If you click on a link and make a purchase we may receive a small commission. Read our editorial policy.

You can see when and why you got reported in Dota 2

along with plenty else

You thought all the European General Data Protection Regulation related news was over, didn't you? Think again. Don't worry, this bit takes the form of fun trivia rather than an endless onslaught of delivery companies begging to throw pizza promotions at you. Among other things, you can now see every report and commendation you got in Dota 2 since 2015, along with the reason given by whoever snitched on you. This'll be old news to anyone who's already part of our fancy supporter program, but I've hardly ever been reported and thus claim my title as the nicest person in the world.

Valve have also given everyone access to their Counter-Strike: Global Offensive stats and reports, as well as all sorts of Steam bits and bobs like your chat history (going back two weeks) and community bans.

The new GDPR is a law that requires companies, among other things, to be more open with what data they're collecting from people. I'm not sure if Valve actually needed to make this information public rather than just ensure it was available on request, but it makes sense that they'd want to cover their bases given the hefty fines that the EU parliament have threatened for those that don't comply with the new regulation. You can find more GDPR specifics here.

Those visible reports are probably the juiciest part, so here's how you can take a peek at 'em. All you need to do is click this link, though it's worth checking out this tool that reformats the data Steam gives you into something a bit more readable, and links to the Dotabuff page for each match.

Valve have been showing little 'conduct summaries' which reveal you how many times you've been reported and commended recently, but until now we haven't been to see which matches those came from.

I'm most interested by how little I've been reported, considering how often I've seen people clamouring for me to be whisked off to the low-priority queue. There are far too many Dota players who regard playing badly as something to be punished - though I guess it's nice to see that most of them restrict their punishment to insults and threats over chat rather than actual reports. By 'nice' I mean 'soul-destroying', but hey, at least I get to actually report them.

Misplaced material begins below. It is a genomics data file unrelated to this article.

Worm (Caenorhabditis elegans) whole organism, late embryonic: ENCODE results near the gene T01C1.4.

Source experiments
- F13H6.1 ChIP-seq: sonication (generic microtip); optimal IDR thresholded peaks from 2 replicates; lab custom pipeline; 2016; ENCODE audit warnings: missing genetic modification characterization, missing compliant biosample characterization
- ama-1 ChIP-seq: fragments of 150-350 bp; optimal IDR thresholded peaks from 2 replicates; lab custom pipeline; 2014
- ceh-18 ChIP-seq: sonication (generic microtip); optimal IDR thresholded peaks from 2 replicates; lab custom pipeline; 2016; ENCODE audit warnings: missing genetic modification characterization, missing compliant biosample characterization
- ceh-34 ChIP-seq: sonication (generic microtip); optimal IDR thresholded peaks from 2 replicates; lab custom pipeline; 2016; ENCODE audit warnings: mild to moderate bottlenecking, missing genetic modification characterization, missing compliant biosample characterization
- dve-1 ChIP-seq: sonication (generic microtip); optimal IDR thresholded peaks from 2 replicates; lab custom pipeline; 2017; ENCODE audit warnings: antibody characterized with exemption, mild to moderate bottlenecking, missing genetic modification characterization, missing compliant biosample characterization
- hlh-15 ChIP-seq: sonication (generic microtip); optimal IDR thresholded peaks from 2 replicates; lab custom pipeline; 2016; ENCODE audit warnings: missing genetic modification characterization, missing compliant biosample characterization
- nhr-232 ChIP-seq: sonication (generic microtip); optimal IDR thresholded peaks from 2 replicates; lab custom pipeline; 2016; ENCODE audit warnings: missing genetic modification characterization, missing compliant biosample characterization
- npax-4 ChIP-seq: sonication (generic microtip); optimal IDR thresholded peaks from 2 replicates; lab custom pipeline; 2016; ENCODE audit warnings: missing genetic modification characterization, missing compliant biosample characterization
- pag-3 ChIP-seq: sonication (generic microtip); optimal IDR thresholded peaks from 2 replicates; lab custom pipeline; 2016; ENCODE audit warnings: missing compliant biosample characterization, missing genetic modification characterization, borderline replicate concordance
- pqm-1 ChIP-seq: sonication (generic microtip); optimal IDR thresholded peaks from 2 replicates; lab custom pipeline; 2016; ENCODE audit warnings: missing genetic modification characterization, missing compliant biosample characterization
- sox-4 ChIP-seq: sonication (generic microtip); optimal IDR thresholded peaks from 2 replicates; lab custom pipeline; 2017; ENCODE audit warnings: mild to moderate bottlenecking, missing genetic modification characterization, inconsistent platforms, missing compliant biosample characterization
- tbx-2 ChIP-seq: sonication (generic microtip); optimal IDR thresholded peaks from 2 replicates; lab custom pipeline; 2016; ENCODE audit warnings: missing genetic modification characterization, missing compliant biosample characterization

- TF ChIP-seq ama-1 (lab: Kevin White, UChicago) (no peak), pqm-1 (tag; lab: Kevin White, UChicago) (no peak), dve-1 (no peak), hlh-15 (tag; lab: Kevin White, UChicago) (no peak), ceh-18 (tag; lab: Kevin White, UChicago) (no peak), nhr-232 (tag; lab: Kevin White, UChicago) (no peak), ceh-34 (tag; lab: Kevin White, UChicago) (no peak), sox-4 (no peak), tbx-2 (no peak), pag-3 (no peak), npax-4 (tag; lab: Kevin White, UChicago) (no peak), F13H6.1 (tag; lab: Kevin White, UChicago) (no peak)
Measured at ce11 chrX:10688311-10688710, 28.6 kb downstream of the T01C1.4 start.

It's also interesting that in one game where I performed particularly poorly and had 3 people report me for 'intentional feeding', I didn't have any automatic action taken against me. I'd vaguely thought the threshold might be somewhere around there, but it turns out Valve do provide a little information that reveals their system is more lenient than I'd assumed: "We only assess a low-priority penalty when a pattern of disruptive behavior is established by reports from multiple parties over multiple matches."

Moving away from Dota specifics, here's a handy video that sums up everything Valve knows about you. It starts by talking about CS:GO info, which you can find by visiting your Steam profile, clicking on 'games', 'CS:GO', and then 'Personal Game Data'.

Cover image for YouTube video

Visit this page, and you'll see a nexus that links to the mountains of information Valve's got on you. Some of the highlights include every chat message you've sent and received in the last two weeks, whether you've been banned from any communities, groups or discussions, and every comment you've ever left anywhere on Steam.

As '3kliksphilip' points out, while not all of this is new it's still neat to see it all on one page. I had a fun surprise when I saw just how much money I'd spent on Steam games. And again, by 'fun' I mean 'soul-destroying'.

Thanks for spotting this, Mike Cook.

Rock Paper Shotgun is the home of PC gaming

Sign in and join us on our journey to discover strange and compelling PC games.

In this article

Counter-Strike: Global Offensive

PS3, Xbox 360, PC, Mac

Dota 2

PC, Mac

Related topics
About the Author
Matt Cox avatar

Matt Cox

Former Staff Writer

Once the leader of Rock Paper Shotgun's Youth Contingent, Matt is an expert in multiplayer games, deckbuilders and battle royales. He occasionally pops back into the Treehouse to write some news for us from time to time, but he mostly spends his days teaching small children how to speak different languages in warmer climates.